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Keep supporting her, it's unfortunate that sometimes as we age we loose function and mental abilities. Sounds like grandma would do well in a small facility, she would receive more one on one attention and it would give your mom a break. She would know grandma is safe, what if grandma wonders outside, gets into her medications and takes a lot, stranger things have happened. When my grandma was no longer safe at home, she moved in with us, when she required to much care we move her into a facility and visited weekly. She had dementia and eventually forgot who we were, she didn't speak, more importantly we knew she was cared for and wasn't in danger if we left the house. It gave us peace of mind. We love our family but sometimes it just isn't possible to quit work and take care of a loved one, nor can we be with them 24/7 at home. Have your mom (or you can) call your local area agency on aging, they have staff there that can discuss options for grandma, what's available and they can assist with all the info needed in order to determine what's in her best interest. Good luck.
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Your mother must be the one to make changes. Keep talking to her and supporting her.

Grandmother has no incentive to make changes. Things are working just fine for her the way they are. She doesn't want strangers in her house. She doesn't want to leave her house. And, whatayaknow, she has someone who makes it unnecessary for her to spend money on strangers or to leave her house. Why on earth would she agree to change? (Well, she should agree to change out of love for her daughter-in-law, but for whatever reason --probably dementia--we see that is not happening.)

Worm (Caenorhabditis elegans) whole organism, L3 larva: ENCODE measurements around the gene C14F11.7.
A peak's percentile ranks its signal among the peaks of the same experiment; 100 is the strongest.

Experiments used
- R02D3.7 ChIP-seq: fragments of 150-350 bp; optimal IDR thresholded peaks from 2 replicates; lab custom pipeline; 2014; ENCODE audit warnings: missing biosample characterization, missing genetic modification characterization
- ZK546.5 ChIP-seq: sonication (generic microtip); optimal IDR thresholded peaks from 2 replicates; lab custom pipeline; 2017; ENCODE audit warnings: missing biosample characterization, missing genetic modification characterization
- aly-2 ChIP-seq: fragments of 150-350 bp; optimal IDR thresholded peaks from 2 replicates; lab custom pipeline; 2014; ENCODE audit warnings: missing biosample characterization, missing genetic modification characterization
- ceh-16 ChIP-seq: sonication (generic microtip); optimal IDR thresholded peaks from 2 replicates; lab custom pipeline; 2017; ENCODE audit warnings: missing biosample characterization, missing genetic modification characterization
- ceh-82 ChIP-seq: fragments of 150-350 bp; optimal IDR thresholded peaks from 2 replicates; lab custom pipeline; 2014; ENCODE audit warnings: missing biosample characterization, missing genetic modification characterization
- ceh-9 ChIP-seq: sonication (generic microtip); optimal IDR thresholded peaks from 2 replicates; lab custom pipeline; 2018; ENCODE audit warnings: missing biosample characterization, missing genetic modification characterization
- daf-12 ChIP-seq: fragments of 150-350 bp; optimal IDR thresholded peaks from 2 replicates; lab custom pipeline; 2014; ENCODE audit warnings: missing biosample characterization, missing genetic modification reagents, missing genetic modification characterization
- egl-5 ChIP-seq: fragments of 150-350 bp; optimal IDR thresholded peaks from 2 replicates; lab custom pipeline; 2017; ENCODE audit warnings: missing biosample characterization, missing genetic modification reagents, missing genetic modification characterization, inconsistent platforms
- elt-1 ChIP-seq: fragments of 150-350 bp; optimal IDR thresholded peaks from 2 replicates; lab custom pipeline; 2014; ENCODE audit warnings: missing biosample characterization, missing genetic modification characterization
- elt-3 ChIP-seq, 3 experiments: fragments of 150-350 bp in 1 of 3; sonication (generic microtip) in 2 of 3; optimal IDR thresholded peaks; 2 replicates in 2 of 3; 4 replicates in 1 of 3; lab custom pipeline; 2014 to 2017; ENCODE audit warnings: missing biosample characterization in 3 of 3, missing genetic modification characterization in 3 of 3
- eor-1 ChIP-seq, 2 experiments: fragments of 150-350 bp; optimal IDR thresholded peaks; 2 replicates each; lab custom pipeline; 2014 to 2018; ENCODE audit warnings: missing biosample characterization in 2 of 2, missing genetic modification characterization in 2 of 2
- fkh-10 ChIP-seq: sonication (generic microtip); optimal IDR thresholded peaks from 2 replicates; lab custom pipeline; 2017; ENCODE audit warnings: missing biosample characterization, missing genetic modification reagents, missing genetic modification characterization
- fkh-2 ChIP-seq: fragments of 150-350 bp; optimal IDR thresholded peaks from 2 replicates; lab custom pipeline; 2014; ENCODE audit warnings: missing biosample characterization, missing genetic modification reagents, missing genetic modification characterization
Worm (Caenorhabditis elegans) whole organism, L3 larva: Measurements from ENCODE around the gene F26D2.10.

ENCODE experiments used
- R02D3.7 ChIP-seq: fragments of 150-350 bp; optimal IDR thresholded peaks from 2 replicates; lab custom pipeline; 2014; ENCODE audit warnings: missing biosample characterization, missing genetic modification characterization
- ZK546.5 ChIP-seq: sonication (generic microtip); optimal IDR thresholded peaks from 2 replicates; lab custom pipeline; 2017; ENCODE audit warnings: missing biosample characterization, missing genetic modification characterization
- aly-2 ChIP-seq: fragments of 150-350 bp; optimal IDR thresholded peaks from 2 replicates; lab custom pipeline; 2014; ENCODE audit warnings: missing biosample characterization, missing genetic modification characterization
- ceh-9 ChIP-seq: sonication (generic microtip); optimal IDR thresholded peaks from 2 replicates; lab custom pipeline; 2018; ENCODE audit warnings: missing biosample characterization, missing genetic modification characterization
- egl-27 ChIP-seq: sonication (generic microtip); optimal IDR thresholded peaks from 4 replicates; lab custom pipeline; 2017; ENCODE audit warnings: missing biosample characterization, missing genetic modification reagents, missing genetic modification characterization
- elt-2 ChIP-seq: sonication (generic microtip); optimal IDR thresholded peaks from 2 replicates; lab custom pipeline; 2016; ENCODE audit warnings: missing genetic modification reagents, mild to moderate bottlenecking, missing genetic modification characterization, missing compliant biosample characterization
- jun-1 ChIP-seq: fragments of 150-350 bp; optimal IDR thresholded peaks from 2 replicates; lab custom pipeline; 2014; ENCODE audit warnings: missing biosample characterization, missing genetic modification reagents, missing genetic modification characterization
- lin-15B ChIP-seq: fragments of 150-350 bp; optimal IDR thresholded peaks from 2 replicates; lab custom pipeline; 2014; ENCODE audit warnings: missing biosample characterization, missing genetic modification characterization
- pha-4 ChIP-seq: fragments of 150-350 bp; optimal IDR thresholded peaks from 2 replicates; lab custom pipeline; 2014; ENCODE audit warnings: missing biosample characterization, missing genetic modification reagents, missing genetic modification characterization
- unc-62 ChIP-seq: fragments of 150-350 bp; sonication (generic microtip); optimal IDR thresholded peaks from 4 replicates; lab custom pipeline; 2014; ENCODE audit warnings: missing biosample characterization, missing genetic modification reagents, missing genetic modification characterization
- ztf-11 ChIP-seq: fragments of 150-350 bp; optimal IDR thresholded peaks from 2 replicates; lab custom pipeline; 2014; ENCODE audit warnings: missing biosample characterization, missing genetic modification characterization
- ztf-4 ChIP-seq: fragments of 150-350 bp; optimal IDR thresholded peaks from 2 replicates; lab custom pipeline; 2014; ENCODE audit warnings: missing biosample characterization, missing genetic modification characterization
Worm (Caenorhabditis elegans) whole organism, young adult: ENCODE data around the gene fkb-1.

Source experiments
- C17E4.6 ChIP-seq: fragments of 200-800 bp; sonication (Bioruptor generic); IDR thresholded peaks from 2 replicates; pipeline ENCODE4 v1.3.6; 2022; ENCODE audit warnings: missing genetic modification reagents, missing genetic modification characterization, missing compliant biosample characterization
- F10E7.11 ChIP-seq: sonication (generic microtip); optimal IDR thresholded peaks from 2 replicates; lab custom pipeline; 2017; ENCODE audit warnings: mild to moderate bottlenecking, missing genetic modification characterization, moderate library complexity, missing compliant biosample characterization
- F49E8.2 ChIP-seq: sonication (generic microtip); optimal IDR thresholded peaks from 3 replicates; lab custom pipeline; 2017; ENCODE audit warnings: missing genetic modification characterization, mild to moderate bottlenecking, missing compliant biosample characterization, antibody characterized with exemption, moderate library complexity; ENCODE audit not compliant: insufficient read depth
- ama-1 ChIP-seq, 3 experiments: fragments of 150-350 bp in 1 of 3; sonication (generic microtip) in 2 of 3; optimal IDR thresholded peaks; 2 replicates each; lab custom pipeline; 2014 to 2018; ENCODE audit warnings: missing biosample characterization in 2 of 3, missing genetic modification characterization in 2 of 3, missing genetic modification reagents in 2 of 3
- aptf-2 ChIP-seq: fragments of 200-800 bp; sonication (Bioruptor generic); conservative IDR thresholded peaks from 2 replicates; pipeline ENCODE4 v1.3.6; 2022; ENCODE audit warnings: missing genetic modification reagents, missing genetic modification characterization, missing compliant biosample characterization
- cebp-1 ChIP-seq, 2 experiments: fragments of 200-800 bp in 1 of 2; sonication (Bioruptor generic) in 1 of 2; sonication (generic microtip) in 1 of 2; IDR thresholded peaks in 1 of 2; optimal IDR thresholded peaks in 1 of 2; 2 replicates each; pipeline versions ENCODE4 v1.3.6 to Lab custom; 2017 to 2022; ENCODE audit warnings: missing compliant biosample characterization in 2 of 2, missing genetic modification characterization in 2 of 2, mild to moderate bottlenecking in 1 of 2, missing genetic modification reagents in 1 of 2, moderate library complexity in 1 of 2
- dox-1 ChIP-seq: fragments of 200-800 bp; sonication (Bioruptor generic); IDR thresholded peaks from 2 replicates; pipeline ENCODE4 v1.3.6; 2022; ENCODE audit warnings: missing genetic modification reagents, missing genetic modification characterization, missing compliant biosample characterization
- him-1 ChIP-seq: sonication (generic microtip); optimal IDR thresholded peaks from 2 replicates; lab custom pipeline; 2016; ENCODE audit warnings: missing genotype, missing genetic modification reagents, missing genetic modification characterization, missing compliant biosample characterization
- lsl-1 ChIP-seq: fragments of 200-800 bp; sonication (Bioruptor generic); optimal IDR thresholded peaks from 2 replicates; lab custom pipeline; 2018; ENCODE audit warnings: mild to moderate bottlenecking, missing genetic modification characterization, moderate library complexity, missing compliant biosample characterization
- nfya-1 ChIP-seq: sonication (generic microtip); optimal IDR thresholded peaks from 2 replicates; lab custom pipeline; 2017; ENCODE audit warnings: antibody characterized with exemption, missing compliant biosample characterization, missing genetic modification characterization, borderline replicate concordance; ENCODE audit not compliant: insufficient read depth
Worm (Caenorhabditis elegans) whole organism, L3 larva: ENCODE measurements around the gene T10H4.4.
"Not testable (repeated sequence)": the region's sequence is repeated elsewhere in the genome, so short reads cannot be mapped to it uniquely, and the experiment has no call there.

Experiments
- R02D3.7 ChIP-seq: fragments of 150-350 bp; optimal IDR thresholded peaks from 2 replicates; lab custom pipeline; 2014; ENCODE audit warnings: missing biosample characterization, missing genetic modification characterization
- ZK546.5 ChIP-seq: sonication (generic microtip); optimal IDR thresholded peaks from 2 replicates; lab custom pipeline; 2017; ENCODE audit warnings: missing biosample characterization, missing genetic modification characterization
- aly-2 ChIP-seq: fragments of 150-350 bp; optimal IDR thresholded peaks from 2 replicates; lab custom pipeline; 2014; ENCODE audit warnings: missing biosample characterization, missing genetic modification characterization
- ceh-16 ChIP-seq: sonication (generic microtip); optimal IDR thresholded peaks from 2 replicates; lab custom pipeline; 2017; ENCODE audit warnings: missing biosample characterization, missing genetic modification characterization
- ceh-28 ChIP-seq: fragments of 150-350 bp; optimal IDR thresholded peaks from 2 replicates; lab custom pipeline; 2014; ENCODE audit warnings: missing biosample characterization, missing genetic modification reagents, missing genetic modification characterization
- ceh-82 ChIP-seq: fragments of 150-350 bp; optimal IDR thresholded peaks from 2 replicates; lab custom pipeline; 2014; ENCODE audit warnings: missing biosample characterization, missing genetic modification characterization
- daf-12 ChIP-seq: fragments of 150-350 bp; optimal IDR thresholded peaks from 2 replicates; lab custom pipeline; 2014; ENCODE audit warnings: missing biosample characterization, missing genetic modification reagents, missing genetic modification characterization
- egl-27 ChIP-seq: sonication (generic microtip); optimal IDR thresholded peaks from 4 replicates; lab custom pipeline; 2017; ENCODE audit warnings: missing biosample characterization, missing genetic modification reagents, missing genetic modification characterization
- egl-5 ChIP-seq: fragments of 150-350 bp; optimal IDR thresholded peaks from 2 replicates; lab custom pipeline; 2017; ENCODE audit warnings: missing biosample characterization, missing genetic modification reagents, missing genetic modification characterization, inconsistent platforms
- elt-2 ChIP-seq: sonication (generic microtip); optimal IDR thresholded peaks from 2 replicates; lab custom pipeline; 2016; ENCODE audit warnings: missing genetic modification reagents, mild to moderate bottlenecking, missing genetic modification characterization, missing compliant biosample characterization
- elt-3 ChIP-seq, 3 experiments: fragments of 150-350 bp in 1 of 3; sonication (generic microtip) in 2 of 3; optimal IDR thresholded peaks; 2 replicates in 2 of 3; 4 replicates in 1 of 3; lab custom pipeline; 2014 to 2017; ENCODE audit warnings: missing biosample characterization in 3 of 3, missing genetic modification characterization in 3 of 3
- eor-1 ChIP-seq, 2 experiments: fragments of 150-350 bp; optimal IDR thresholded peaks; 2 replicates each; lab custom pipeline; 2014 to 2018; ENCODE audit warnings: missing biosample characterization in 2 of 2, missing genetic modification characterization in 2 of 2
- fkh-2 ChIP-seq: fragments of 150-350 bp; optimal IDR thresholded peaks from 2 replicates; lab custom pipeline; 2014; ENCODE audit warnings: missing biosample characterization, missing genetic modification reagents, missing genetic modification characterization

The only thing that can change this situation is your mother setting some boundaries. "After the end of this month, I won't be cleaning your house anymore. Would you like me to help you find someone to do it?" "For three days next month I will be visiting my father. We need to figure out who will give you your shots. I'm calling a county social worker to help us figure that out."

Poor Grandmother. She is losing her reasoning ability. She is losing her husband. She doesn't want to face any more changes! I can feel very sympathetic to her situation, without thinking that someone else should sacrifice their life to an irrational extent. I can also understand why your mother, who must be a very empathetic person, is reluctant to oppose Grandmother. But Grandmother really does deserve professional help and a more viable situation. And Mother deserves her own life, to continue her career, and to visit other family members, and to have a social life.

This is not your problem ... in the sense that you should not feel guilty if you can't change it. But the to the extent that you could encourage Mother and empower her to make healthy decisions, you'd be doing mother Grandmother and Mother a favor!
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Thank you for your reply, Babalou. I am trying to work with them both to get grandmother to accept help and let my mother live her life.
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Your mom needs to be the one who draws the boundaries. You can support and encourage her; you can suggest that she go to see a counselor who may be able to help her be more assertive in her dealings with her mother in law.

You can point out to your mother that she's endangering her ability to have enough funds to retire on in the future if she fails to work to the end of her career. And that THAT will have an impact upon you! If she can't cut back for her own self-interest, perhaps she can do it for you.